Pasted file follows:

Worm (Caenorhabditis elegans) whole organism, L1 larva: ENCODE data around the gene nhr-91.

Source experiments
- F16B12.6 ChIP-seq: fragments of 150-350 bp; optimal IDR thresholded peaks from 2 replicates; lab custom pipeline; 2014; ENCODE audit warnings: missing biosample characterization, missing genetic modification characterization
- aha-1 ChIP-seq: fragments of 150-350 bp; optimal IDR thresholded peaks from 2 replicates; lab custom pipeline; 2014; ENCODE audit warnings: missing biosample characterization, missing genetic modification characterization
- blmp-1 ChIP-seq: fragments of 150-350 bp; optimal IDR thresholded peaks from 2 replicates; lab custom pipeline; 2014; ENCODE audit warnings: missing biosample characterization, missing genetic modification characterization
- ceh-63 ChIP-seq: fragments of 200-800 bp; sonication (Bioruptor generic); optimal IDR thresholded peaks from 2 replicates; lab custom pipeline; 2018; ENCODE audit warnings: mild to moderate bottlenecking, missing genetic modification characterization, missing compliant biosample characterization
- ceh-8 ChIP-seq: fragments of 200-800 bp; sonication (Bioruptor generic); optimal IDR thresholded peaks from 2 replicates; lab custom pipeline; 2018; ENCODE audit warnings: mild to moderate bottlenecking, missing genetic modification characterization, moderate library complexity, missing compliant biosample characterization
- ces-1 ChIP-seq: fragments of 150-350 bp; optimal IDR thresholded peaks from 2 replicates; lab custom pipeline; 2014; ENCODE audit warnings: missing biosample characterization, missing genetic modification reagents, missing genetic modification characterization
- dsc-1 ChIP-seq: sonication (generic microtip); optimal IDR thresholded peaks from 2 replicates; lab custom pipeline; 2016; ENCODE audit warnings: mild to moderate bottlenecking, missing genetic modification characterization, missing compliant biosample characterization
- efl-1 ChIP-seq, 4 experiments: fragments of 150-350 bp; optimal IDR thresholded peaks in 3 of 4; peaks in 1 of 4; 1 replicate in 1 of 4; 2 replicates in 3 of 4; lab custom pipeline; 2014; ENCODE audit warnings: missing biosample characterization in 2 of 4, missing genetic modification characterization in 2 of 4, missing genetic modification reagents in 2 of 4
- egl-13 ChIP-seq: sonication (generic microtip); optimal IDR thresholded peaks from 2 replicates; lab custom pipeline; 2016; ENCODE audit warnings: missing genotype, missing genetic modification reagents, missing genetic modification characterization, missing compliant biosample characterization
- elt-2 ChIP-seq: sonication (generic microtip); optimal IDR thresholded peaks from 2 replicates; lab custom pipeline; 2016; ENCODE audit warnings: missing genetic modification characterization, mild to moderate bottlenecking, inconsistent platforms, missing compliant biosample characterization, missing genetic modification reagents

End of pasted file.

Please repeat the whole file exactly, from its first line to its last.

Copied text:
Worm (Caenorhabditis elegans) whole organism, L1 larva: ENCODE data around the gene nhr-91.

Source experiments
- F16B12.6 ChIP-seq: fragments of 150-350 bp; optimal IDR thresholded peaks from 2 replicates; lab custom pipeline; 2014; ENCODE audit warnings: missing biosample characterization, missing genetic modification characterization
- aha-1 ChIP-seq: fragments of 150-350 bp; optimal IDR thresholded peaks from 2 replicates; lab custom pipeline; 2014; ENCODE audit warnings: missing biosample characterization, missing genetic modification characterization
- blmp-1 ChIP-seq: fragments of 150-350 bp; optimal IDR thresholded peaks from 2 replicates; lab custom pipeline; 2014; ENCODE audit warnings: missing biosample characterization, missing genetic modification characterization
- ceh-63 ChIP-seq: fragments of 200-800 bp; sonication (Bioruptor generic); optimal IDR thresholded peaks from 2 replicates; lab custom pipeline; 2018; ENCODE audit warnings: mild to moderate bottlenecking, missing genetic modification characterization, missing compliant biosample characterization
- ceh-8 ChIP-seq: fragments of 200-800 bp; sonication (Bioruptor generic); optimal IDR thresholded peaks from 2 replicates; lab custom pipeline; 2018; ENCODE audit warnings: mild to moderate bottlenecking, missing genetic modification characterization, moderate library complexity, missing compliant biosample characterization
- ces-1 ChIP-seq: fragments of 150-350 bp; optimal IDR thresholded peaks from 2 replicates; lab custom pipeline; 2014; ENCODE audit warnings: missing biosample characterization, missing genetic modification reagents, missing genetic modification characterization
- dsc-1 ChIP-seq: sonication (generic microtip); optimal IDR thresholded peaks from 2 replicates; lab custom pipeline; 2016; ENCODE audit warnings: mild to moderate bottlenecking, missing genetic modification characterization, missing compliant biosample characterization
- efl-1 ChIP-seq, 4 experiments: fragments of 150-350 bp; optimal IDR thresholded peaks in 3 of 4; peaks in 1 of 4; 1 replicate in 1 of 4; 2 replicates in 3 of 4; lab custom pipeline; 2014; ENCODE audit warnings: missing biosample characterization in 2 of 4, missing genetic modification characterization in 2 of 4, missing genetic modification reagents in 2 of 4
- egl-13 ChIP-seq: sonication (generic microtip); optimal IDR thresholded peaks from 2 replicates; lab custom pipeline; 2016; ENCODE audit warnings: missing genotype, missing genetic modification reagents, missing genetic modification characterization, missing compliant biosample characterization
- elt-2 ChIP-seq: sonication (generic microtip); optimal IDR thresholded peaks from 2 replicates; lab custom pipeline; 2016; ENCODE audit warnings: missing genetic modification characterization, mild to moderate bottlenecking, inconsistent platforms, missing compliant biosample characterization, missing genetic modification reagents